Mangoes and Wrinkles?
Do you enjoy eating mangoes? Are you worried about your skin and want to prevent wrinkles? Well, there might be some exciting news for you. A team of UC Davis scientists believe that the cure to wrinkles might be as straight as just eating your favorite fruit. A new study in the university’s dermatology and nutrition departments is looking into the effects of a mango-rich diet on facial wrinkles. They are focusing on facial wrinkles in addition to skin redness, utilizing a participant pool of postmenopausal women between the ages of 50 and 70.
This is the next step in research after a Korean Institute of Oriental Medicine study found mango extract helped hairless mice, as they had less skin damage from sun exposure when compared to a normal control group. In that previous study, they focused on the effects of Mangifera indica L., also known as the mango, which is known as an antioxidant with anti-inflammatory and immunomodulatory activities. It was found in the mice group that received mango extract orally had significant improvement in mean length of wrinkles. Additionally, it was found that the mango extract mice group also had significantly inhibited increases in epidermal thickness and epidermal hypertrophy. They also had noticeably increased collagen bundles, suggesting mango’s use in preventing and improving wrinkles.
In this upcoming study, the study coordinator will be chopping, weighing, freezing, and distributing roughly 3,000 pounds of mangoes to the 40 participants. The reasoning behind the study is to identify clear links between the recommended daily consumption of fruit, not only for general health but particularly regarding skin care and health. “We all know dietary guidelines ask us to eat at least two cups of fruits per day for general health… if there is data that shows eating (mangoes) could be good for your skin, that would make it so much easier,” as stated by Vivien Fam, UC Davis nutritional biology Ph.D. student, the study coordinator.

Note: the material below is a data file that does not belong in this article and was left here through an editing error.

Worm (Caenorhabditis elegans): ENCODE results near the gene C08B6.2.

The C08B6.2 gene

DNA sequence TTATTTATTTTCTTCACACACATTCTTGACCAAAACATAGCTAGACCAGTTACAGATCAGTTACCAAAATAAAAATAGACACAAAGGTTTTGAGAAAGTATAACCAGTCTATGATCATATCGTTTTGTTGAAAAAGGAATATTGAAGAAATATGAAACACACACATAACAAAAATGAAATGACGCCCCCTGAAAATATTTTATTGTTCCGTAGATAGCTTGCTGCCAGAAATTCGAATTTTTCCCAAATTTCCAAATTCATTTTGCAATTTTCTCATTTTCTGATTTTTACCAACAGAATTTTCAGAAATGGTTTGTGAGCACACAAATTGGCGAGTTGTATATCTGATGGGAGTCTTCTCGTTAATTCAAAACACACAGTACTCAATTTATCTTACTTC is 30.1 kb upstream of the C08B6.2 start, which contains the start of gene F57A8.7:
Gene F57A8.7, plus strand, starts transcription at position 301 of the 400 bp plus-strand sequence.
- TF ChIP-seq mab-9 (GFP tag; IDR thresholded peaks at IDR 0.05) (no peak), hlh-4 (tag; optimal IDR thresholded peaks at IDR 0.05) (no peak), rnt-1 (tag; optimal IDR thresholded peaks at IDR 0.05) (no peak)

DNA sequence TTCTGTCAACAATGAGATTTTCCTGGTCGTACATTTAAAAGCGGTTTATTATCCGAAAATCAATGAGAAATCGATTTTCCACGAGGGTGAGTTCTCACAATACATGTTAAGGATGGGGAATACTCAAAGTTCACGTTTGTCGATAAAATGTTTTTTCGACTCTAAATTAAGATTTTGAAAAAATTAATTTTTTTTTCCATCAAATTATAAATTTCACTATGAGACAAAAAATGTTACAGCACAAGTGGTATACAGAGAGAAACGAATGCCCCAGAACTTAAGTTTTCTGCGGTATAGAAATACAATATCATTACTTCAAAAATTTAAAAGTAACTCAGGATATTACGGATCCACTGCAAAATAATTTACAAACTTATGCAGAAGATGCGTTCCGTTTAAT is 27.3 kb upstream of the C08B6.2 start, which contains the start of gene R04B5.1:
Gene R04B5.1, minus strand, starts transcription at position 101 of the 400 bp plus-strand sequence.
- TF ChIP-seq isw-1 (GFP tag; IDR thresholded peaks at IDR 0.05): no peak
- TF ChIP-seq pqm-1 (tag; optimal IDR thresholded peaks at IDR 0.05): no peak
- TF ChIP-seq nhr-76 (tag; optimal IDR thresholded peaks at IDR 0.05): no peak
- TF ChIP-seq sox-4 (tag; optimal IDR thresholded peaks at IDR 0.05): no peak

The UC Davis Study
For the purposes of the study, participants will be eating mangoes four times a week for 16 weeks. They will also meet with UC Davis scientists five times during this 16 week period to give facial photographs, in addition to stool, blood, and skin samples. It is reported that the participants must have Fitzpatrick skin types I, II, or II and must be in good health, meaning their BMI is between 18.5 and 35. They must also not be taking any medications and should avoid using skincare products, excluding sunscreen and moisturizer, during the testing period.
Mangoes are currently receiving lots of attention as a superfood. They were also found in recent research to help with gastrointestinal issues, including constipation and inflammatory bowel disease. Clearly, this research is far from having any definitive data to suggest that mangoes can have a meaningful impact on improving your skin and preventing wrinkles, but if this study does find anything, future research needs to identify what element within mangoes is having this effect on the skin. Despite the lack of concrete data, this study may provide new information on the potential anti-aging effects of mangoes.